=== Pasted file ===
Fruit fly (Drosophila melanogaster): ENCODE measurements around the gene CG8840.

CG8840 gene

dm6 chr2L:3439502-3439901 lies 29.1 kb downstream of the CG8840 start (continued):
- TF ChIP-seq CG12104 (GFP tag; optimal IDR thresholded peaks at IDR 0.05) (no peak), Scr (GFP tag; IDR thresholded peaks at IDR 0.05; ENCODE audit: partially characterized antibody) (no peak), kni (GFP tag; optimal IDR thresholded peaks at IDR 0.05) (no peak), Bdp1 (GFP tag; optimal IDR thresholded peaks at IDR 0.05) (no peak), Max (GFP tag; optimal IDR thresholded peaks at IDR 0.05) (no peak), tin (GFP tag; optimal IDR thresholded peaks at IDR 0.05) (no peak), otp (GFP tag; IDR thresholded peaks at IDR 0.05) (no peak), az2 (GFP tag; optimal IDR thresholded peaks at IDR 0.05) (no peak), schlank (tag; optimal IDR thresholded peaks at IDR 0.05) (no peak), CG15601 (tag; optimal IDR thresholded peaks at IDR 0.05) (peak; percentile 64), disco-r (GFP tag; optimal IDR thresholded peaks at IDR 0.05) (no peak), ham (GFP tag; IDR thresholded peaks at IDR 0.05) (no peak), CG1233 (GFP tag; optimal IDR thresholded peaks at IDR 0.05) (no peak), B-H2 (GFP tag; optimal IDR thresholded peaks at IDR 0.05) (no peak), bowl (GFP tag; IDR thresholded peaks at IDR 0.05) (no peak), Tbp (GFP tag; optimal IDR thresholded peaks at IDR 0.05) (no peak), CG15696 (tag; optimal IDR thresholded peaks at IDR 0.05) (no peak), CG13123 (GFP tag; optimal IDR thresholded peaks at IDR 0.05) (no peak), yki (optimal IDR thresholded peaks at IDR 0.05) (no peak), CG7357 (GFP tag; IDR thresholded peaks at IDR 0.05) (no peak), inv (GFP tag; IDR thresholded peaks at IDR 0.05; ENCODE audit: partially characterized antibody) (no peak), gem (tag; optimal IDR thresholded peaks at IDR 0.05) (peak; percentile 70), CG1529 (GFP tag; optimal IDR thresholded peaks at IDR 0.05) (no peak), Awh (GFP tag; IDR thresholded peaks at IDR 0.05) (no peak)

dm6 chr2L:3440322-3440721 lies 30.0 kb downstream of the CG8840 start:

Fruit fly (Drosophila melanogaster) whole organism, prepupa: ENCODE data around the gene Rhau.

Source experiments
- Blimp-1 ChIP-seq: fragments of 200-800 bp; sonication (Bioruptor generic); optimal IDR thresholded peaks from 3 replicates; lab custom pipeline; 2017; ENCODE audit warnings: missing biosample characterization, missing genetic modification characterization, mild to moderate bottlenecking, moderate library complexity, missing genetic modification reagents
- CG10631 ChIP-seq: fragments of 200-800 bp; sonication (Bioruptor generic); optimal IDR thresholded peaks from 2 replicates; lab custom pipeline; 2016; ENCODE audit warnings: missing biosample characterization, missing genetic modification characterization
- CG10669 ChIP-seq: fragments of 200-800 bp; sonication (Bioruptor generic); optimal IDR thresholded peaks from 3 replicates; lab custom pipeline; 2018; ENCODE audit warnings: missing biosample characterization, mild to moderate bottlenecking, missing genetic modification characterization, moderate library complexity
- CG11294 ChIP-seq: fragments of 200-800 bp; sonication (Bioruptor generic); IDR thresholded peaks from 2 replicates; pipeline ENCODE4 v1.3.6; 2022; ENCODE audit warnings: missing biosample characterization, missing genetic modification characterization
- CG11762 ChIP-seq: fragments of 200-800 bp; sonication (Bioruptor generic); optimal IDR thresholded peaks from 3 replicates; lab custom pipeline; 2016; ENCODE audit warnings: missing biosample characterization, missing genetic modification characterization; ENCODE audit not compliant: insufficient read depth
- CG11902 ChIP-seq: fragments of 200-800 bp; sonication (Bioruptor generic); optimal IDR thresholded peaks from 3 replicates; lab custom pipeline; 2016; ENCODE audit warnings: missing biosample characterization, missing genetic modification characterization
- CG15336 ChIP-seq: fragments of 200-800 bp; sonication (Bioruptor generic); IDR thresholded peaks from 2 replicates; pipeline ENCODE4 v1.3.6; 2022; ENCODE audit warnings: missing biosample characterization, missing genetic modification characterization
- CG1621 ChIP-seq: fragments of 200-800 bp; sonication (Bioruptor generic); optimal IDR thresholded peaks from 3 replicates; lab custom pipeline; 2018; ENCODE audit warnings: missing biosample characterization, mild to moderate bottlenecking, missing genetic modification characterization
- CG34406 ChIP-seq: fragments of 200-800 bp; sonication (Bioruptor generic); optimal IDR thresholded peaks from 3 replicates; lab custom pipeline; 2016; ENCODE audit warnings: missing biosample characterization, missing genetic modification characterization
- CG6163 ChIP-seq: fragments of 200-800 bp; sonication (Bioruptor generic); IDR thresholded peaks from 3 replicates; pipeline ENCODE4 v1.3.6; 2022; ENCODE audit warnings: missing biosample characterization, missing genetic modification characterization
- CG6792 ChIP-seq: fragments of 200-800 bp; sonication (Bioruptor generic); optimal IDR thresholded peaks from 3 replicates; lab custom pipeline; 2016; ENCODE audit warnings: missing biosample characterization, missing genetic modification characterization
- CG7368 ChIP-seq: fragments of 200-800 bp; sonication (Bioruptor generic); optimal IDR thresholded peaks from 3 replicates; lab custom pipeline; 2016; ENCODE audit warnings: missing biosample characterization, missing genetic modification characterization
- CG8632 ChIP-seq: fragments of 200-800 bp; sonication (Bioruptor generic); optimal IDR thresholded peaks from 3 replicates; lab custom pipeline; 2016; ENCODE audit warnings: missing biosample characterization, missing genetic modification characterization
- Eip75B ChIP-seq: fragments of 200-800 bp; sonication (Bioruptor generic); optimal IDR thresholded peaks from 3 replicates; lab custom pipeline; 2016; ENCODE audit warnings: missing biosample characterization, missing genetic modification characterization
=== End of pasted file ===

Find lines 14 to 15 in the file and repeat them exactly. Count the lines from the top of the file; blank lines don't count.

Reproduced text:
- CG15336 ChIP-seq: fragments of 200-800 bp; sonication (Bioruptor generic); IDR thresholded peaks from 2 replicates; pipeline ENCODE4 v1.3.6; 2022; ENCODE audit warnings: missing biosample characterization, missing genetic modification characterization
- CG1621 ChIP-seq: fragments of 200-800 bp; sonication (Bioruptor generic); optimal IDR thresholded peaks from 3 replicates; lab custom pipeline; 2018; ENCODE audit warnings: missing biosample characterization, mild to moderate bottlenecking, missing genetic modification characterization